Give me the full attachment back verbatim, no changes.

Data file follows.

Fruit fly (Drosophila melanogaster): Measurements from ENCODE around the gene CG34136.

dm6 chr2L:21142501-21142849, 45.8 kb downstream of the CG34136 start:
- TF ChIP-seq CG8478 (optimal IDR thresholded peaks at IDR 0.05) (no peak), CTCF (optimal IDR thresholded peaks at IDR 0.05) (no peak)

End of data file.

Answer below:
Fruit fly (Drosophila melanogaster): Measurements from ENCODE around the gene CG34136.

dm6 chr2L:21142501-21142849, 45.8 kb downstream of the CG34136 start:
- TF ChIP-seq CG8478 (optimal IDR thresholded peaks at IDR 0.05) (no peak), CTCF (optimal IDR thresholded peaks at IDR 0.05) (no peak)